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Shaping the Future of Rural England

Rural England is in the throes of the greatest change since the Industrial Revolution. Then, the search for work and a better way of life drove millions of people into our towns and cities. Now, rather than a mass exodus, we face a deeper qualitative change in the nature of the communities which have existed in many of our villages for centuries.

Rural communities are ageing. Over half the rural population is over 45 years old and more than a fifth are over 65. These figures compare with two fifths and less than one in five respectively for urban areas. The housing market is the key driver for this change.

Young people and families are being priced out by inward migration of older people, second home buyers and the holiday let market. Average rural house prices are £43,490 higher than in urban areas but local rural earnings are on average £7,300 per annum lower. The rural lower quartile income to house price ratio is 8 to 1.

The proportion of social and affordable housing is also reducing at a much faster rate in rural areas, from 24 per cent in 1980 to 8 per cent in 2015 – in urban areas it is 20 per cent. The Right to Buy was a significant contributor to this fall.

So do we simply accept this change as part of an inevitable pattern, or do we want to work to shape the new rural?

Accepting the change means we must be prepared for the consequences. Once communities have lost their schools and other local facilities, families will not return and the many benefits of community life will be lost. There will be less support for older people to stay at home and less child care offered by grandparents. As the  population ages local employers will move away. In short, the inter-dependency of community living will forever be undermined.

To tackle this challenge head on, we need rural positive policies, rather than urban policies tweaked to fit a rural setting. The starting place must be to demonstrate why rural communities are different from urban. There are a number of features that are distinctly rural:
· A community spirit developed across generations

· Fewer landowners who have often been part of the community over many generations and want to contribute to its on-going life

· A maturity that sees the link between families and friends priced out of the housing and the need for new affordable homes to be built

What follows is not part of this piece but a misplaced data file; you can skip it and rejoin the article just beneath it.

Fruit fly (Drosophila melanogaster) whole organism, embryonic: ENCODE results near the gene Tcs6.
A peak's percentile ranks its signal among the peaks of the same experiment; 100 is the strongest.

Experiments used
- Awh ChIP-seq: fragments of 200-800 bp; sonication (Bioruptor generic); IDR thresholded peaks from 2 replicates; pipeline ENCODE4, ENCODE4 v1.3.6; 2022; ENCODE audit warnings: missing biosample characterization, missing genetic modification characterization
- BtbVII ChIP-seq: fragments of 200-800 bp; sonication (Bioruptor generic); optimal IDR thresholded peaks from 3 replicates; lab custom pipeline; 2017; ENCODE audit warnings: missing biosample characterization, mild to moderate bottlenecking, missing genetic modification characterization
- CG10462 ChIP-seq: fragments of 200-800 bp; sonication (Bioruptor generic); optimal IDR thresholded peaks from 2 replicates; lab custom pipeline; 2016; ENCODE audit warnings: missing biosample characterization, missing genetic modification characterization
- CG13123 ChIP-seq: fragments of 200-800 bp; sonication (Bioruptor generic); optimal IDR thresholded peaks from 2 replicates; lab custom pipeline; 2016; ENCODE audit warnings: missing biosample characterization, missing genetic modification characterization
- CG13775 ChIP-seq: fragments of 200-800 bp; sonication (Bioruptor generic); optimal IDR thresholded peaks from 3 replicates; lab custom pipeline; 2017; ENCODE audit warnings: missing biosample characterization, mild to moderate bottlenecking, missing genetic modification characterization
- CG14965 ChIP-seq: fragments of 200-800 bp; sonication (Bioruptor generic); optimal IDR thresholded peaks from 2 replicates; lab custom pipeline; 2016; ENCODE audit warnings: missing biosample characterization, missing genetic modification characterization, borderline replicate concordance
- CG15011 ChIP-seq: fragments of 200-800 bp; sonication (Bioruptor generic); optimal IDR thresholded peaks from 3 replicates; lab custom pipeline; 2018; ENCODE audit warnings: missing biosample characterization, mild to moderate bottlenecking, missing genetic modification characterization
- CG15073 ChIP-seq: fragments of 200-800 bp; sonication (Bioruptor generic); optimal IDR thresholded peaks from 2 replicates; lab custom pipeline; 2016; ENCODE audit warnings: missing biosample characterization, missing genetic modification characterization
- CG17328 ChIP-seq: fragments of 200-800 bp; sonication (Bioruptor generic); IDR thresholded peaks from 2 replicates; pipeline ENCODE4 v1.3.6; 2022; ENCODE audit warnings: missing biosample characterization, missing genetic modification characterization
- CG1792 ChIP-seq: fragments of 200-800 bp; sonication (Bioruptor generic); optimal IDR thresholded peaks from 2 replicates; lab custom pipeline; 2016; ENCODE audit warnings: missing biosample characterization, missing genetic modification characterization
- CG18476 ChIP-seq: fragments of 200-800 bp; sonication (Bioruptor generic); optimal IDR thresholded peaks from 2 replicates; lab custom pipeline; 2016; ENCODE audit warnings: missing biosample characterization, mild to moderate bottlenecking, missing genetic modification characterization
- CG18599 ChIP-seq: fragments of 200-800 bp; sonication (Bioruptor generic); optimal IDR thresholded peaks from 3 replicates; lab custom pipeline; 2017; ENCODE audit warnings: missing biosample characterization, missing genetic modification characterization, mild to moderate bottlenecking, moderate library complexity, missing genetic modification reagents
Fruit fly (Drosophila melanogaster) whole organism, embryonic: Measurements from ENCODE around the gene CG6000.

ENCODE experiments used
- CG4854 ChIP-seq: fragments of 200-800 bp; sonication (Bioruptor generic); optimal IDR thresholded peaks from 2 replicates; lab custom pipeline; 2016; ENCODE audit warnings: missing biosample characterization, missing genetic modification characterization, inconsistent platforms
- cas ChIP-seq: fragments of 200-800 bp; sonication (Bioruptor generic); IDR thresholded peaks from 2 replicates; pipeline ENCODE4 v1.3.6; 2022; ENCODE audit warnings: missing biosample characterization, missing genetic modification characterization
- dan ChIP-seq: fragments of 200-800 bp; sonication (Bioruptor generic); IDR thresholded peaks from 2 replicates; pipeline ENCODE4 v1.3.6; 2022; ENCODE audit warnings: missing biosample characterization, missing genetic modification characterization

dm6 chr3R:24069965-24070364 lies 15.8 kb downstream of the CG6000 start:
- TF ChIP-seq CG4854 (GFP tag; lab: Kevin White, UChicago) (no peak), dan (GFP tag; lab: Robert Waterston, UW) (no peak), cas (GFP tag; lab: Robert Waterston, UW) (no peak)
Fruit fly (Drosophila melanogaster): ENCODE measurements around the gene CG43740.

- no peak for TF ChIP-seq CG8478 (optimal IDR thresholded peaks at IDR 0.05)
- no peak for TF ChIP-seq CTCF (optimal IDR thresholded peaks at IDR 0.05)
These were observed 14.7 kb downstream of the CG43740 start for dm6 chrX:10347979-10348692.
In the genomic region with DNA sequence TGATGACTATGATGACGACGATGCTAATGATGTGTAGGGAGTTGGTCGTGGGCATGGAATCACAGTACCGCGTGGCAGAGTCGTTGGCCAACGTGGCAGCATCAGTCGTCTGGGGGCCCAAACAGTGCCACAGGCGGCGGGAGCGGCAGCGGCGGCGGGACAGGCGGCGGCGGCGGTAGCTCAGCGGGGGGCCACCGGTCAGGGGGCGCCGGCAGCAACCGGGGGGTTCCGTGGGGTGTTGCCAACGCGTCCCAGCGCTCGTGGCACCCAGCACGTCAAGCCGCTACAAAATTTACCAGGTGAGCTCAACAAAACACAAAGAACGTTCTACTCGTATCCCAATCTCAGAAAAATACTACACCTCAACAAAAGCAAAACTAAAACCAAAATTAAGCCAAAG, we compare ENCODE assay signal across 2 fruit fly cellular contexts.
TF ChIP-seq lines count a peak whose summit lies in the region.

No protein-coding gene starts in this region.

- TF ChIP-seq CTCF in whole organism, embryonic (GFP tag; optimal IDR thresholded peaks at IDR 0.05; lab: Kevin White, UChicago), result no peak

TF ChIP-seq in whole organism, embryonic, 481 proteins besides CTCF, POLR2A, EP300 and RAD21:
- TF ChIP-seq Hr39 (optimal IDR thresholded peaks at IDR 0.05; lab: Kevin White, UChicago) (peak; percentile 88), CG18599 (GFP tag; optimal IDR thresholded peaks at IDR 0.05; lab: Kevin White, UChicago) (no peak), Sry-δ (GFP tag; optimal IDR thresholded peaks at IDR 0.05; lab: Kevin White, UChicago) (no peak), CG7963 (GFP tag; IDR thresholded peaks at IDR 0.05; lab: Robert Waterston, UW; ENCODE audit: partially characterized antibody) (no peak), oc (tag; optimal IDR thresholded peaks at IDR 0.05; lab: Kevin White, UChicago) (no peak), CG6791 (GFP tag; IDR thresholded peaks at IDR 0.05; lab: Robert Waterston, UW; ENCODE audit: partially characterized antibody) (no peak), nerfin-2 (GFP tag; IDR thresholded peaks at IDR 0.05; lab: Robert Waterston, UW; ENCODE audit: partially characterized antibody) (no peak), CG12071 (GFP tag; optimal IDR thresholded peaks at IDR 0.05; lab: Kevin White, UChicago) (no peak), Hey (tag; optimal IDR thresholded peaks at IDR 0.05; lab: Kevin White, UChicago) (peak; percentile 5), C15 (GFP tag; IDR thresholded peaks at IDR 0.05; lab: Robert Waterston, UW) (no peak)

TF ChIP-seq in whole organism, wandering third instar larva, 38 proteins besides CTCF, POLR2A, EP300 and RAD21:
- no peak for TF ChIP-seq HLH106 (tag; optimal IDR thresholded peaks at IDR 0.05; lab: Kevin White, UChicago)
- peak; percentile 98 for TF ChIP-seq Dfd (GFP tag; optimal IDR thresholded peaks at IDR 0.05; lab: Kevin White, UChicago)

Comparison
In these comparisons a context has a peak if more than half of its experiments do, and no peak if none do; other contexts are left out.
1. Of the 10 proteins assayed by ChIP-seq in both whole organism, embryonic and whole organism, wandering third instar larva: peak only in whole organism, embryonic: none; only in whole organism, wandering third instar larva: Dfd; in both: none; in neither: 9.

·  An economy that is entrepreneurial and often local or home based

·  Workers that need to live locally and cannot rely on public transport for the commute

Crucially, we have rural communities that want new housing development but they want community led schemes that provide high quality, energy efficient homes and are affordable for people who live or work locally. We also have landowners who
would make land available for housing but lack experience and want to leave a
legacy for future generations.

Hastoe’s rural development process starts with a phone call from a Parish Council; the local need is assessed and suitable land identified in partnership with the Parish Council and planners. The landowner sells at a price liked to agricultural rather than development values.  The scheme is designed in collaboration with the community. This process is slower but the result is a proud and strengthened community as well as beautiful homes for local families. This is evidenced by invitations to return to carry out second or third phases.

If we want to plan for what is best for the future of rural England, we should make policies that are specific to the needs of rural England. Policies should recognise what is working well now, including the growing appetite for new housing development that benefits the community and landowners who are keen to play their part. Policies which incentivise landowners, support communities, provide protection for the countryside and make the connection between affordable rural housing and the entrepreneurial nature of the rural economy. They would be sensitive to how easy it can be to damage community confidence by forcing external priorities such as the Right to Buy or Starter Homes on Exception Sites.

They would build up the proportion of locally affordable housing, through Rural Exception Site development and through encouraging SME builders and the provision of S106 affordable housing quotas. The widely accepted need for more SME builders is particularly recognised in small rural communities where the local builder is known and trusted. Policies addressed to the needs of rural communities would recognise the benefit of small mixed tenure developments.

If we want to shape the future of our rural communities, now is the time to act. We have the momentum and enthusiasm, but to make things happen we also need political will.

 

Sue Chalkley, CEO the Hastoe Group, the leading specialist rural housing association

 

This blog is based on a number of essays prompted by Labour: COAST & COUNTRY’s Rural Housing programme; the full collection of essays will be published in the autumn.